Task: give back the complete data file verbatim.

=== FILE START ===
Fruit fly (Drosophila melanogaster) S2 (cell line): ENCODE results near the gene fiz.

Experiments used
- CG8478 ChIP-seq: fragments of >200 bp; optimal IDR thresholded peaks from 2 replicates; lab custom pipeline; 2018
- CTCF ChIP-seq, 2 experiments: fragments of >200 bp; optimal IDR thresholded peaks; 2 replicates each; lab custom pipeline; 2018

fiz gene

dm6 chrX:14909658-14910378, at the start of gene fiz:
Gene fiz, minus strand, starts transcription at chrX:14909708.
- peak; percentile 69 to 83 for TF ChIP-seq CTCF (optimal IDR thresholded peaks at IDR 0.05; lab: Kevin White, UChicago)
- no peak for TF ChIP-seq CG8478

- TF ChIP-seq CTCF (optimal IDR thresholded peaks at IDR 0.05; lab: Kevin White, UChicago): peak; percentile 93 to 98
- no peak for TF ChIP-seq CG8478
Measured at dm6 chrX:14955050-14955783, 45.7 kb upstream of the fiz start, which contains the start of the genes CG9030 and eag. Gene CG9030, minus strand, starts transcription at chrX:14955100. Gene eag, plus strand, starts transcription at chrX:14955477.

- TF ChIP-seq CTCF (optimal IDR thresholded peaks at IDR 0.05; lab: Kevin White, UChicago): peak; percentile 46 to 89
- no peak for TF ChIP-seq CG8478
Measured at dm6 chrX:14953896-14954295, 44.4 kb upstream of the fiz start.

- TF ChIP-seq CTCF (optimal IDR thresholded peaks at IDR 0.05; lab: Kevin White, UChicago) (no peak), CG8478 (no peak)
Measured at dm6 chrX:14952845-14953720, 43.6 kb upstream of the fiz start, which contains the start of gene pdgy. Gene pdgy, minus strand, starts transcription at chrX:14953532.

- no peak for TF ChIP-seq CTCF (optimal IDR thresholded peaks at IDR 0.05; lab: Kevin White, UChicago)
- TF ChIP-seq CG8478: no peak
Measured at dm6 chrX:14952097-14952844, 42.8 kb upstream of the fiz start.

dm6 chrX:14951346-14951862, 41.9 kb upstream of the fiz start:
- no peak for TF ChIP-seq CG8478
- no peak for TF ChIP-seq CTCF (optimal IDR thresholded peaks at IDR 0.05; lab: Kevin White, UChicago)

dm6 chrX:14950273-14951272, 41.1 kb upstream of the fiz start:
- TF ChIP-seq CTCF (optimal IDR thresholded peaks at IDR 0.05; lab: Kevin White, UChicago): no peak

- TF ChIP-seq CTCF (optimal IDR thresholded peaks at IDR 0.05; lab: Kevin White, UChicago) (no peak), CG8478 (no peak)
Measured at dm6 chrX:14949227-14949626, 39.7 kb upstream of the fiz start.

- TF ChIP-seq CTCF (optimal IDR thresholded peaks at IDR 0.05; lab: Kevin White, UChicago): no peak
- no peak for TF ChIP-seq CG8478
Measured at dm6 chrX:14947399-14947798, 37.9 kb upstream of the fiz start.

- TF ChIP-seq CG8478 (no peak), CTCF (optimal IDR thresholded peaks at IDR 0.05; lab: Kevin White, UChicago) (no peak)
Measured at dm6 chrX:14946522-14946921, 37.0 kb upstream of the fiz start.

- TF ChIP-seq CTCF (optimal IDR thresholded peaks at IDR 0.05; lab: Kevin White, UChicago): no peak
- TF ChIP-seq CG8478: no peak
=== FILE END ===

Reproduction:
Fruit fly (Drosophila melanogaster) S2 (cell line): ENCODE results near the gene fiz.

Experiments used
- CG8478 ChIP-seq: fragments of >200 bp; optimal IDR thresholded peaks from 2 replicates; lab custom pipeline; 2018
- CTCF ChIP-seq, 2 experiments: fragments of >200 bp; optimal IDR thresholded peaks; 2 replicates each; lab custom pipeline; 2018

fiz gene

dm6 chrX:14909658-14910378, at the start of gene fiz:
Gene fiz, minus strand, starts transcription at chrX:14909708.
- peak; percentile 69 to 83 for TF ChIP-seq CTCF (optimal IDR thresholded peaks at IDR 0.05; lab: Kevin White, UChicago)
- no peak for TF ChIP-seq CG8478

- TF ChIP-seq CTCF (optimal IDR thresholded peaks at IDR 0.05; lab: Kevin White, UChicago): peak; percentile 93 to 98
- no peak for TF ChIP-seq CG8478
Measured at dm6 chrX:14955050-14955783, 45.7 kb upstream of the fiz start, which contains the start of the genes CG9030 and eag. Gene CG9030, minus strand, starts transcription at chrX:14955100. Gene eag, plus strand, starts transcription at chrX:14955477.

- TF ChIP-seq CTCF (optimal IDR thresholded peaks at IDR 0.05; lab: Kevin White, UChicago): peak; percentile 46 to 89
- no peak for TF ChIP-seq CG8478
Measured at dm6 chrX:14953896-14954295, 44.4 kb upstream of the fiz start.

- TF ChIP-seq CTCF (optimal IDR thresholded peaks at IDR 0.05; lab: Kevin White, UChicago) (no peak), CG8478 (no peak)
Measured at dm6 chrX:14952845-14953720, 43.6 kb upstream of the fiz start, which contains the start of gene pdgy. Gene pdgy, minus strand, starts transcription at chrX:14953532.

- no peak for TF ChIP-seq CTCF (optimal IDR thresholded peaks at IDR 0.05; lab: Kevin White, UChicago)
- TF ChIP-seq CG8478: no peak
Measured at dm6 chrX:14952097-14952844, 42.8 kb upstream of the fiz start.

dm6 chrX:14951346-14951862, 41.9 kb upstream of the fiz start:
- no peak for TF ChIP-seq CG8478
- no peak for TF ChIP-seq CTCF (optimal IDR thresholded peaks at IDR 0.05; lab: Kevin White, UChicago)

dm6 chrX:14950273-14951272, 41.1 kb upstream of the fiz start:
- TF ChIP-seq CTCF (optimal IDR thresholded peaks at IDR 0.05; lab: Kevin White, UChicago): no peak

- TF ChIP-seq CTCF (optimal IDR thresholded peaks at IDR 0.05; lab: Kevin White, UChicago) (no peak), CG8478 (no peak)
Measured at dm6 chrX:14949227-14949626, 39.7 kb upstream of the fiz start.

- TF ChIP-seq CTCF (optimal IDR thresholded peaks at IDR 0.05; lab: Kevin White, UChicago): no peak
- no peak for TF ChIP-seq CG8478
Measured at dm6 chrX:14947399-14947798, 37.9 kb upstream of the fiz start.

- TF ChIP-seq CG8478 (no peak), CTCF (optimal IDR thresholded peaks at IDR 0.05; lab: Kevin White, UChicago) (no peak)
Measured at dm6 chrX:14946522-14946921, 37.0 kb upstream of the fiz start.

- TF ChIP-seq CTCF (optimal IDR thresholded peaks at IDR 0.05; lab: Kevin White, UChicago): no peak
- TF ChIP-seq CG8478: no peak